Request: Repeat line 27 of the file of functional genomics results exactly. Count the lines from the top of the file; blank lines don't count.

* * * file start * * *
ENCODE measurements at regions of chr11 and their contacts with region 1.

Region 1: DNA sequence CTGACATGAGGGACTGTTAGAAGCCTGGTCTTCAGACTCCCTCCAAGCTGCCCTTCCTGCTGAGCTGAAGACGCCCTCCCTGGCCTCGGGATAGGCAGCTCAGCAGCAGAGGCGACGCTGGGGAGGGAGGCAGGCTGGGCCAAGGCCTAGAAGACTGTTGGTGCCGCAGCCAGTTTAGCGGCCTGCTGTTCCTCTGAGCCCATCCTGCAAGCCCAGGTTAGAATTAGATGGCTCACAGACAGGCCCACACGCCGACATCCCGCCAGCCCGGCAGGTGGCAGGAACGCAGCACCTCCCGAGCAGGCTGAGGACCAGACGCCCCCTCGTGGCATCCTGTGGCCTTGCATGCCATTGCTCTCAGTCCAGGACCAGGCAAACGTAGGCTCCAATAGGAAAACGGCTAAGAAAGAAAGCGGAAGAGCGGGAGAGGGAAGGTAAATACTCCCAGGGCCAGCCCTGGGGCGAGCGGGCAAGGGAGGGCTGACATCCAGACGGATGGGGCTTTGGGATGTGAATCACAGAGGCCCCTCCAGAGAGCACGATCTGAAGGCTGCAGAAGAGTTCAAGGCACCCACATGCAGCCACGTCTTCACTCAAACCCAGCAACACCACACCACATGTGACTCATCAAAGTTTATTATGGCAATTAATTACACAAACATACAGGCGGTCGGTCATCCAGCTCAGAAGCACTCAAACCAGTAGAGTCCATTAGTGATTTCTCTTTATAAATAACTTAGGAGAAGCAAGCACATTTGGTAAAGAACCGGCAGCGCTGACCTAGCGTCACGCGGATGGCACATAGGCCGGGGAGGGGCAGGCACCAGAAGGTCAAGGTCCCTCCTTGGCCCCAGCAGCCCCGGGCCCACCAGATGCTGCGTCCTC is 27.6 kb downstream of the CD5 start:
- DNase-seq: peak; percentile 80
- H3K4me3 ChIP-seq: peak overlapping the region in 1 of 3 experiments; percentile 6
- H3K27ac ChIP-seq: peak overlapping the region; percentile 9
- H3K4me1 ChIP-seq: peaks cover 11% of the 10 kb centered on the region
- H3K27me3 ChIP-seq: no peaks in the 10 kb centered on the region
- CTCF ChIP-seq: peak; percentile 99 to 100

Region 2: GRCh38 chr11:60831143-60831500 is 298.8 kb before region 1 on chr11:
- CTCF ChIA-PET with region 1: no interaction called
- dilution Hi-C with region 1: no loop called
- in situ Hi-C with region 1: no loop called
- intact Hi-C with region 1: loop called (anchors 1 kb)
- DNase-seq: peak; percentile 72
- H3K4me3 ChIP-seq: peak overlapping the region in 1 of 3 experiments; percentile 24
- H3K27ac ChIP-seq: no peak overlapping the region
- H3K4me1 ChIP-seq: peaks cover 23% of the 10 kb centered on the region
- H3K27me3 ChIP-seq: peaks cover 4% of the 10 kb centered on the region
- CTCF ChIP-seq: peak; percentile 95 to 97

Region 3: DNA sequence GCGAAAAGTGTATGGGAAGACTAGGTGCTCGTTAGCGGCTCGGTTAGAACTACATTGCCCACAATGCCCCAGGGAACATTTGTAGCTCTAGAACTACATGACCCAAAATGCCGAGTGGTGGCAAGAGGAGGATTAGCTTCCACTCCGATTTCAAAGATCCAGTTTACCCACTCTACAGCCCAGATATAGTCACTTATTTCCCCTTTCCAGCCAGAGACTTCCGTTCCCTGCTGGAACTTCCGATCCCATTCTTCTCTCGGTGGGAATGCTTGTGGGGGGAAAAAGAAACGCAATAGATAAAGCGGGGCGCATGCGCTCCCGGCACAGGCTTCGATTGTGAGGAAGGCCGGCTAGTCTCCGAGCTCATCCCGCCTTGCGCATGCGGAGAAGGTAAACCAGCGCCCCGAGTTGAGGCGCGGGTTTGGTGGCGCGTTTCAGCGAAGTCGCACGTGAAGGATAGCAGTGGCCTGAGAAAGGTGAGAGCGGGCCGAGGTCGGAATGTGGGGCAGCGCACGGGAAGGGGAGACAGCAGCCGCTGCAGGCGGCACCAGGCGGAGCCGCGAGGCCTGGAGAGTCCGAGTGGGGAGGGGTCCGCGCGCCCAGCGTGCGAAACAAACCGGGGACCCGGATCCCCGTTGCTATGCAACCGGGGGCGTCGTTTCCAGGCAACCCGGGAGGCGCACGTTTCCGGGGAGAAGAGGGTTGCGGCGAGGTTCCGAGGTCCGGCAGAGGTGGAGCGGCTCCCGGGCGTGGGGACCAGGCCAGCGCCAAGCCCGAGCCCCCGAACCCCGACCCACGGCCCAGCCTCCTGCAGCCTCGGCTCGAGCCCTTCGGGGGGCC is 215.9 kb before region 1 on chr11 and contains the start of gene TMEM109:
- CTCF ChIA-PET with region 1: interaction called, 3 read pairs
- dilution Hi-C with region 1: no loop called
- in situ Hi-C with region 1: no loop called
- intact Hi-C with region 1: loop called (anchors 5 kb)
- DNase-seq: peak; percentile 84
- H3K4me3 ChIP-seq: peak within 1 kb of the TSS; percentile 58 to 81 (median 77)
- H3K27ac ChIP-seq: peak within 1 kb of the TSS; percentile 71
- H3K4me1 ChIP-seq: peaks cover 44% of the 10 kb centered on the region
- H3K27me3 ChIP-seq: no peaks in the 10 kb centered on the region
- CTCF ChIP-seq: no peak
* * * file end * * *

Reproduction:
- H3K27ac ChIP-seq: peak within 1 kb of the TSS; percentile 71